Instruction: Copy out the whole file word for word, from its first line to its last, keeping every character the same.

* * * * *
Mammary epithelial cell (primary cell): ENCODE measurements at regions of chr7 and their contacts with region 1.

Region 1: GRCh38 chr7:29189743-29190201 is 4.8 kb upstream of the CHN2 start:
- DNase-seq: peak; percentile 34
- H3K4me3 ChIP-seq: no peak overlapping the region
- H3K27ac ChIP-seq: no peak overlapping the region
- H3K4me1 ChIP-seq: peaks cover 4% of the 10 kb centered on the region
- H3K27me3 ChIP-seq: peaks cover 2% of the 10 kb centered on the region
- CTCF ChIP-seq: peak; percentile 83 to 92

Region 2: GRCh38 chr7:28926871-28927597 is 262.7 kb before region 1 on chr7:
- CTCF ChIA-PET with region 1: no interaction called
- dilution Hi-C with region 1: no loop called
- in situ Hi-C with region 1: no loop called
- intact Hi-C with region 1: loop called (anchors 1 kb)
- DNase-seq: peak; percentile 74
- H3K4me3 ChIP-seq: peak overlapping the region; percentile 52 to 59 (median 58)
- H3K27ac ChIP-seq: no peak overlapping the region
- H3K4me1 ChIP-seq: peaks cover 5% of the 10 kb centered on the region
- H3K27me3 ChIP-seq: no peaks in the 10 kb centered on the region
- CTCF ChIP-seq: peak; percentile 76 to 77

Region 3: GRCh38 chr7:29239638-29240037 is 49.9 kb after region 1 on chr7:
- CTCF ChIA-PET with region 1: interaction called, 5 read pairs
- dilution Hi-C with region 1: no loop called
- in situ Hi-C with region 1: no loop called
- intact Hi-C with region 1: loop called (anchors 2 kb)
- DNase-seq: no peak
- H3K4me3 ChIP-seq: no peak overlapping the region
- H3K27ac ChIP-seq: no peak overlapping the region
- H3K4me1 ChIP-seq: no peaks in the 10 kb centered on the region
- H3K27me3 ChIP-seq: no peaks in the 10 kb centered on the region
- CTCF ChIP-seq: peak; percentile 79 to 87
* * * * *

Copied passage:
Mammary epithelial cell (primary cell): ENCODE measurements at regions of chr7 and their contacts with region 1.

Region 1: GRCh38 chr7:29189743-29190201 is 4.8 kb upstream of the CHN2 start:
- DNase-seq: peak; percentile 34
- H3K4me3 ChIP-seq: no peak overlapping the region
- H3K27ac ChIP-seq: no peak overlapping the region
- H3K4me1 ChIP-seq: peaks cover 4% of the 10 kb centered on the region
- H3K27me3 ChIP-seq: peaks cover 2% of the 10 kb centered on the region
- CTCF ChIP-seq: peak; percentile 83 to 92

Region 2: GRCh38 chr7:28926871-28927597 is 262.7 kb before region 1 on chr7:
- CTCF ChIA-PET with region 1: no interaction called
- dilution Hi-C with region 1: no loop called
- in situ Hi-C with region 1: no loop called
- intact Hi-C with region 1: loop called (anchors 1 kb)
- DNase-seq: peak; percentile 74
- H3K4me3 ChIP-seq: peak overlapping the region; percentile 52 to 59 (median 58)
- H3K27ac ChIP-seq: no peak overlapping the region
- H3K4me1 ChIP-seq: peaks cover 5% of the 10 kb centered on the region
- H3K27me3 ChIP-seq: no peaks in the 10 kb centered on the region
- CTCF ChIP-seq: peak; percentile 76 to 77

Region 3: GRCh38 chr7:29239638-29240037 is 49.9 kb after region 1 on chr7:
- CTCF ChIA-PET with region 1: interaction called, 5 read pairs
- dilution Hi-C with region 1: no loop called
- in situ Hi-C with region 1: no loop called
- intact Hi-C with region 1: loop called (anchors 2 kb)
- DNase-seq: no peak
- H3K4me3 ChIP-seq: no peak overlapping the region
- H3K27ac ChIP-seq: no peak overlapping the region
- H3K4me1 ChIP-seq: no peaks in the 10 kb centered on the region
- H3K27me3 ChIP-seq: no peaks in the 10 kb centered on the region
- CTCF ChIP-seq: peak; percentile 79 to 87